Tag Archives: Pinterest

Using Social Media to Dispel Myths and Fears about Ponds and Water Features

Many of you understand the importance of promoting your business via social outlets, but are you aware that social media can help you conquer homeowners’ objections to water features before you even go on a design consultation?

Today’s consumers are conducting more online research before they commit to buy a product or service. The internet has  made it fast and easy to comparison shop before any money leaves your customer’s wallet. A quick Google search  provides a wealth of product information within just minutes, from pricing to consumer reviews and more.

Do you know what your customers are saying about your products and services? Are you talking to potential customers online, much as you would over the phone or face-to-face?

Many folks who desire a water feature have concerns that you need to overcome before they’re willing to take the plunge. They worry about mosquitos. They wonder if it’s okay to keep the fish out in the pond all winter long. They’re concerned their pond will become an ugly algae monster. You should use social media outlets to dispel pond myths and overcome objections so your potential customer a) is not afraid to make the purchase and b) trusts you as a source of reliable information.


Case in point … at the end of June I posted a “Small Water Gardens” photo album on Hometalk and started receiving several questions about the beautiful ponds. The first question asked whether the fish would freeze during the winter. The next question asked whether a pond should be located in sun or shade, or a little of both.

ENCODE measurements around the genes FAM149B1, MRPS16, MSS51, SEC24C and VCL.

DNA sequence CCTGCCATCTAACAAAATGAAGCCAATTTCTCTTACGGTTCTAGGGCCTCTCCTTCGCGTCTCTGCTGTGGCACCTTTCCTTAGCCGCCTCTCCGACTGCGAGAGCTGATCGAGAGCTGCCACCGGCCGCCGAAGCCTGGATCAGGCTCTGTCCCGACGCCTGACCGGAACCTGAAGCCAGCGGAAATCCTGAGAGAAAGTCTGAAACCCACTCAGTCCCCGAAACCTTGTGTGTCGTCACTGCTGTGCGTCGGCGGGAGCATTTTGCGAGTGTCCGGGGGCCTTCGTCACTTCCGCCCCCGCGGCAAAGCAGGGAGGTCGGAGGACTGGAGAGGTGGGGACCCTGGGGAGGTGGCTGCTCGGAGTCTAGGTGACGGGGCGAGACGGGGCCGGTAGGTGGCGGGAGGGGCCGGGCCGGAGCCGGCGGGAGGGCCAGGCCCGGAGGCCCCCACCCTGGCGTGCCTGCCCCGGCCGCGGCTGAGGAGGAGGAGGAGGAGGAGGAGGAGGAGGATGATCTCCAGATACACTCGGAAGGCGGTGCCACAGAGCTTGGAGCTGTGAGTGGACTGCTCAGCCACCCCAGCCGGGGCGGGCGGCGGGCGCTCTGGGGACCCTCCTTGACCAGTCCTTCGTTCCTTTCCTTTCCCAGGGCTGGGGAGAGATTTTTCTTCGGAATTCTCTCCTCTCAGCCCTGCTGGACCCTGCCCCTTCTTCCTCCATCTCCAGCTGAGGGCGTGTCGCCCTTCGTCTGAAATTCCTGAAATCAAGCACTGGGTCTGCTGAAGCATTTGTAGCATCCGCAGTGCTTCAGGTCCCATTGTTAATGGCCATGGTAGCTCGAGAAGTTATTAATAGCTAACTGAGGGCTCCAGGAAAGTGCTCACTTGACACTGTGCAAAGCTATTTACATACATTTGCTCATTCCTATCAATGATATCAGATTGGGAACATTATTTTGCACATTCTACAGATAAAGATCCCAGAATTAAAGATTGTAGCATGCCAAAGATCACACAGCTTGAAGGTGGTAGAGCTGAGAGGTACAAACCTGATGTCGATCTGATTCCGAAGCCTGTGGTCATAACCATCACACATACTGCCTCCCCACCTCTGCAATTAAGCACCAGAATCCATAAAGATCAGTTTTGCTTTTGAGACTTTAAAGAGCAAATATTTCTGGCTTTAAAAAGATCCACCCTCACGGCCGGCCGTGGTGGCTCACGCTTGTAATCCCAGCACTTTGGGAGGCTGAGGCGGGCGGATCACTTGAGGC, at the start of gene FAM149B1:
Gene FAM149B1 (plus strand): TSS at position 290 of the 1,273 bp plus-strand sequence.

And then there was Judy B who was craving a pond but had a relative trying to talk her out of it. Her cousin had a pond that was a maintenance nightmare (obviously not built properly) and he didn’t want Judy to suffer the same tragedy. I mentioned she might want to start with a Pondless® Waterfall, and then after gaining confidence, she could always add the pond at a later date. She was thrilled with this notion, having never heard of installing a waterfall without a pond.

Aquascape on PinterestAnother example of dispelling fears occurred on Pinterest. I had pinned a photo of a Pondless® Waterfall paired with our RainXchange® rainwater harvesting system. Debra asked if the waterfall experienced any rainwater washouts and I was able to ensure her that the RainXchange® is actually designed to help manage stormwater runoff.

Questions are also posted frequently on our Facebook page frequently, from potential current pond owners alike. Answering each person’s question not only gives you the opportunity to designate yourself as an authority on ponds and water features, but it also provides invaluable opportunity to present yourself as someone who provides attentive service and concern for customers.

Be sure that while you’re posting photos of your beautiful water features and linking to your website, that you’re also paying attention to what current and potential customers are saying. Respond to their questions and comments in a timely fashion (within 24 hours is best) and they’ll grow to trust and like you. And when they’re finally ready to get their feet wet with a pond or waterfall, you’ll be the first person who comes to mind.


Leveraging Pinterest: Is Your Website Pin-Worthy?

Last month, I shared an overview of Pinterest, the internet’s up-and-coming social star. Even if you decide not to create your own account on Pinterest, you still need to be aware that existing and potential customers could pin photos from your website to their pinboard … or can they?

If your website is a flash-based site that blocks pinning, you might want to reconsider how your web photos are displayed. Before you think that blocking pinners from your website means people can’t steal your photos … think again!

Pinterest wasn’t created so people could steal photos. Pinterest is for sharing photos and ideas, while giving the originator credit for the photo. When someone pins your photo, the link to your web page is automatically attached to that photo. So if you click on a photo that Mary Jane pinned from Betty Crocker’s website, you’ll be taken to the web page where the photo was pinned. That’s a good thing! It gives Betty Crocker more exposure. Likewise, if photos are pinned from your website, you’ll attract new visitors that may have never found you.